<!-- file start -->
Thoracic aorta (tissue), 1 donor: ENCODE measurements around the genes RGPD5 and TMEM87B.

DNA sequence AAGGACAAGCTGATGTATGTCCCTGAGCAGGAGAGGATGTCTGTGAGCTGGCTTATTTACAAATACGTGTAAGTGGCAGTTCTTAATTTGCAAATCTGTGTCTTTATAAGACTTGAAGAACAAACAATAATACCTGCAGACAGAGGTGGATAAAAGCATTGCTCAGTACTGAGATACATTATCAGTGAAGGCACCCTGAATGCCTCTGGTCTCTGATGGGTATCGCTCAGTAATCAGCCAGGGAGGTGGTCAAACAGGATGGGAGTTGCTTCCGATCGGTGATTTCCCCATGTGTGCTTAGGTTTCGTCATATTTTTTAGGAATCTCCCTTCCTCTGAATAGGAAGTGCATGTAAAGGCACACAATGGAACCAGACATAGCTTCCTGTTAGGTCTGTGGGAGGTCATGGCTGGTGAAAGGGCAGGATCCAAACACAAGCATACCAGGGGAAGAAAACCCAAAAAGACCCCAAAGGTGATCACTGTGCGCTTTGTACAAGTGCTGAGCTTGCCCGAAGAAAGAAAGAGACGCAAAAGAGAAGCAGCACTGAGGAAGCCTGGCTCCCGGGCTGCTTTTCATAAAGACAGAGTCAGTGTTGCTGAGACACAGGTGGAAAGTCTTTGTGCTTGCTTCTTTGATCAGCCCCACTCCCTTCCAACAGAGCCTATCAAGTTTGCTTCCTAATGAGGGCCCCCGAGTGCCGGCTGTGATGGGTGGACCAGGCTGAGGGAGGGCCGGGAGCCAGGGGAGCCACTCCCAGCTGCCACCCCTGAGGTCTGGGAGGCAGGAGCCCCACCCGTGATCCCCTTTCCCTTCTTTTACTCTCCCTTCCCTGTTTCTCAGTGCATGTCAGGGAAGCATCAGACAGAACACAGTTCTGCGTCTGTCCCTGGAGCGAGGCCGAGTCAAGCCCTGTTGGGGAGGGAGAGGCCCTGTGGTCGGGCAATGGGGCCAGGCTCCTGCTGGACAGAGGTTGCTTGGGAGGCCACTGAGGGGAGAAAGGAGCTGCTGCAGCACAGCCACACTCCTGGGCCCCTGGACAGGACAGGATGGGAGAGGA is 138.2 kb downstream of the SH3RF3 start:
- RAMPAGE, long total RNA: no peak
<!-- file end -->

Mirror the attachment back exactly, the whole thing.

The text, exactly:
Thoracic aorta (tissue), 1 donor: ENCODE measurements around the genes RGPD5 and TMEM87B.

DNA sequence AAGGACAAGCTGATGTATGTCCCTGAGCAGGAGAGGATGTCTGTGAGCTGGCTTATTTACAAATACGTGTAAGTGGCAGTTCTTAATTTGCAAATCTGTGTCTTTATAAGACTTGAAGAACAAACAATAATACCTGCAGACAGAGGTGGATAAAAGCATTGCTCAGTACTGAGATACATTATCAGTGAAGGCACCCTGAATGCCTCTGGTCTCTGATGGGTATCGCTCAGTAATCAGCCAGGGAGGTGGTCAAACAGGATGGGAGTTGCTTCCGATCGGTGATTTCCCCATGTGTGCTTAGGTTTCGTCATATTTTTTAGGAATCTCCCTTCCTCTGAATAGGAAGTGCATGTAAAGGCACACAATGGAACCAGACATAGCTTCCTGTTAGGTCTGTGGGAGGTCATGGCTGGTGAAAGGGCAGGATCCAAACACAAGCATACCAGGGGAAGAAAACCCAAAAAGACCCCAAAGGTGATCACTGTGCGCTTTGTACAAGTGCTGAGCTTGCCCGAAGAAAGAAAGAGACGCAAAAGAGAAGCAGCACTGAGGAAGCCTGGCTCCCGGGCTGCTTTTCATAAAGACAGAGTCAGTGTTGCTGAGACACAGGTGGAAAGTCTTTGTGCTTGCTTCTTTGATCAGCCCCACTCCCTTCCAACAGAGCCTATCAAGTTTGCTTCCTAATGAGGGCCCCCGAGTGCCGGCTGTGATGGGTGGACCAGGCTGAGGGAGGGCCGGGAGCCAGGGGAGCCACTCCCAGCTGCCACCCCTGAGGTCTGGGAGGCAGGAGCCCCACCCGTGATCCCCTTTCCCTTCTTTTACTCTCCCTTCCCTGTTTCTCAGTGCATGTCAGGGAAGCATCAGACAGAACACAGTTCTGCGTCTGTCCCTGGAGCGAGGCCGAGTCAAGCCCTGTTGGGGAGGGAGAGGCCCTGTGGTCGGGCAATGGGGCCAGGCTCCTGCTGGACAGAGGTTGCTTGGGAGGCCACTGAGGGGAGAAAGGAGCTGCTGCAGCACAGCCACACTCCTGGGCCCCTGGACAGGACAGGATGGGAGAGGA is 138.2 kb downstream of the SH3RF3 start:
- RAMPAGE, long total RNA: no peak